What she did
Lisa Fitzpatrick, M.D., started Grapevine Health, a health information company that uses storytelling, videos, social media and person-to-person conversations to increase health literacy in low income communities and improve health outcomes.
Pre-COVID-19, Lisa Fitzpatrick, M.D. could be found setting up a table outside a local grocery store, donning a white lab coat, and setting a skeleton out on the table to attract attention. “How odd is it to see someone on the street with a white coat standing with a skeleton?” Fitzpatrick laughs. “That’s how we get people to come up: they’ve never seen doctors standing out on the street.”
It is an excuse to start a conversation. The on-the-street health consultations that Dr. Fitzpatrick and her outreach practice, Grapevine Health, provide are intended to answer the public’s questions about both acute problems like a rash and chronic health problems like diabetes, heart disease, or cancer. The company does not provide diagnostic services but instead seeks to clarify information and correct misinformation that community members have received from a range of sources. More importantly, Grapevine’s consultations are intended to build trust between the medical establishment and a community that has had a limited and impersonal relationship with it.
In the Washington, DC community that Fitzpatrick serves, chronic conditions like diabetes and heart disease impact residents at greater-than-average rates. Grapevine helps residents navigate unfamiliar medical terminology and what can seem to be a confusing patchwork of options about their care, what advice to follow, and where they can find reliable information. While Fitzpatrick introduces herself on the street, it’s the digital platforms of YouTube and text messaging where she wants to continue the conversation with the community. Through these channels, she delivers vital information that can help increase their understanding of their medical conditions and what their doctor has prescribed. In particular, improving health literacy is known to be a first step toward increasing patients’ compliance with treatment plans and producing better health outcomes.
Grapevine Health is the culmination of a ten-year journey in which Fitzpatrick sought to increase health literacy in low income populations. Her company’s mission: “to improve health literacy and patient engagement by incorporating the voice of the community in the interventions.”
Fitzpatrick started out as an infectious diseases physician at the CDC, where her work focused on outbreak investigation, prevention, and health literacy issues. In 2008, she took an academic position in Washington, DC’s Howard University Hospital, where she also ran some of their clinical programs because she “wanted to be closer to the ground.” It was her contact with patients served by these programs that ignited her interest in improving health literacy in low income communities and started her on the path to founding Grapevine Health.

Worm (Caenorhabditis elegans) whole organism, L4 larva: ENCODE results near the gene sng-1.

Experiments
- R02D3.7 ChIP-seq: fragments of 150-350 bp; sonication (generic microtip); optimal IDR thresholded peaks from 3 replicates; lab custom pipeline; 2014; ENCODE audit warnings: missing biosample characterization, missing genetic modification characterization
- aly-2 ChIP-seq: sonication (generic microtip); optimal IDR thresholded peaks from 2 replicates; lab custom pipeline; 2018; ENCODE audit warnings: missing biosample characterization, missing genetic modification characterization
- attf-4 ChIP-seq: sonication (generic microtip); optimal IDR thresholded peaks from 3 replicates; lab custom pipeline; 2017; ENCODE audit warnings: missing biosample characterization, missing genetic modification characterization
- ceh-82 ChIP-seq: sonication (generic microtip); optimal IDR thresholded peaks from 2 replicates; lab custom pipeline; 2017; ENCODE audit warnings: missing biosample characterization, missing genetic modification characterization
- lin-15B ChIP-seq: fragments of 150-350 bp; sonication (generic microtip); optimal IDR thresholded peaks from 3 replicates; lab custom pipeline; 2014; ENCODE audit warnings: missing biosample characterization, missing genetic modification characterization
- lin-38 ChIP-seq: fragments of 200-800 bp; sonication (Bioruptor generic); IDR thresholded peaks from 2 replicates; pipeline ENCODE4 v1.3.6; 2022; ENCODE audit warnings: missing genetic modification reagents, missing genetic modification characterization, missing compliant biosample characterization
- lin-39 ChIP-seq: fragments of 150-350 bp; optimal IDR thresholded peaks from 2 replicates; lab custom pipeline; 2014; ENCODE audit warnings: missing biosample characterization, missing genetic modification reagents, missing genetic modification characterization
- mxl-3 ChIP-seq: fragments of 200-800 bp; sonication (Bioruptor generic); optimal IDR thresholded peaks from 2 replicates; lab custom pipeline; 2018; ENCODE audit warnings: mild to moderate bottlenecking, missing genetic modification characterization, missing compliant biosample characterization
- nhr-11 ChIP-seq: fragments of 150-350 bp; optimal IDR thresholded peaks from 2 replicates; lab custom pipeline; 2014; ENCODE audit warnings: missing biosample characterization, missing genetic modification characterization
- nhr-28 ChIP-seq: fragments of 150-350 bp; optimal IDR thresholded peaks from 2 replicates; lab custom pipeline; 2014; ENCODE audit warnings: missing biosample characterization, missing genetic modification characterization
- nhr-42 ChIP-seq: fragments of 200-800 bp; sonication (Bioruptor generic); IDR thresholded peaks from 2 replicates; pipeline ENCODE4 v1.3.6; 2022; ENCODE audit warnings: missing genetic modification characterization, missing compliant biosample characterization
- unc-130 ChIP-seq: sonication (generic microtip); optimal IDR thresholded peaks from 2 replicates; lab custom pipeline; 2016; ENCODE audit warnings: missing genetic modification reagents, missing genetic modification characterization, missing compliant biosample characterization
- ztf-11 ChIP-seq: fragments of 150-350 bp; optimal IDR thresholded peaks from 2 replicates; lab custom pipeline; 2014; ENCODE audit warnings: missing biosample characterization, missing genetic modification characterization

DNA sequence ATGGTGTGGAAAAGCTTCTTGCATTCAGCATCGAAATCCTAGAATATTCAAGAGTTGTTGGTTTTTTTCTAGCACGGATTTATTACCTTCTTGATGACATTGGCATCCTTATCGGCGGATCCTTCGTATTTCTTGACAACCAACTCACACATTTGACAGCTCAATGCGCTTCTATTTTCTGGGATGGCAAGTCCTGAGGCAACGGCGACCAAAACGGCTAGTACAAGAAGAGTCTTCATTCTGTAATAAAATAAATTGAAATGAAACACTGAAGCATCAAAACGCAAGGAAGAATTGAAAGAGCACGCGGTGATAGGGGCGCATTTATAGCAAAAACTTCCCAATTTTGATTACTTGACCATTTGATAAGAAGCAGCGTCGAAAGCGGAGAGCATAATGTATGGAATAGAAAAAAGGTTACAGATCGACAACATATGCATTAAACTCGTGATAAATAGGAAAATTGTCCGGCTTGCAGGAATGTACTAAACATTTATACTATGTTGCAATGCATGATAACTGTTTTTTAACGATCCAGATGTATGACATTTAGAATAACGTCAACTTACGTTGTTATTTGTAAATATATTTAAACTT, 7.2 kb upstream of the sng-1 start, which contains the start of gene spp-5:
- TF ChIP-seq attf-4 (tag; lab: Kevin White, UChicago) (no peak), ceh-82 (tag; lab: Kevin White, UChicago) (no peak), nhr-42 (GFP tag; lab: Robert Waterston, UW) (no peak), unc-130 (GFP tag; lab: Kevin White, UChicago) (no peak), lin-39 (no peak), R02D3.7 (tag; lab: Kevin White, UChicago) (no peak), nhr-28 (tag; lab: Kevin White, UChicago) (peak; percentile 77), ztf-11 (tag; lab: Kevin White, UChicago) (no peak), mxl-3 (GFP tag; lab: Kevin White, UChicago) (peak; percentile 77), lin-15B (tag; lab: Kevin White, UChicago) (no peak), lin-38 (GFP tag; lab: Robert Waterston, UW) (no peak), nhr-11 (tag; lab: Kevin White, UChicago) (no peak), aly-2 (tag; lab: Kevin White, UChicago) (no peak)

Fitzpatrick recognized that this community’s residents had little or no personal familiarity with healthcare providers or medical researchers, and she saw how deeply that impacted their ability to trust the healthcare system. She says, “I just became humbled by how little people understood about what we were saying as providers and researchers…. I think distrust is driving a lot of the health outcomes we’re seeing in black and brown communities.”
That realization led Fitzpatrick to make two important decisions. In 2012, she created Promoting Practical Health, a nonprofit committed to improving health literacy. When she found that raising funds as a new nonprofit was a very slow grind, she decided she needed to go in another direction. In 2014, Fitzpatrick took a sabbatical to study entrepreneurship and social innovation at the Harvard Kennedy School. Following her studies, Fitzpatrick committed to starting a for-profit business and began talking to people who worked with Medicaid in the nation’s capital, thinking they might fund her new venture. Instead, they offered her – and she accepted – the job of Chief Medical Officer. She continued, however, to explore the market and develop her vision.
In a 2016 TEDxMidAtlantic talk, Fitzpatrick claimed that low health literacy costs the U.S. anywhere from $106 billion to $238 billion annually. The higher cost of care stems from the fact that people with low health literacy are more likely to enter the health care system sicker than other patients, in part because they often don’t have consults with a personal physician and don’t readily follow prescriptions for treatments or preventive measures.
In 2018, with funding from the Commonwealth Fund, Fitzpatrick conducted a survey in which more than 50% of her respondents reported that they get trusted health information from people they know, like friends and family, rather than from medical professionals. In other words, from the grapevine. Fitzpatrick not only had an important piece of research that supported the solution she was developing, she also had a name for her new business. She incorporated Grapevine Health as a commercial business early in 2019.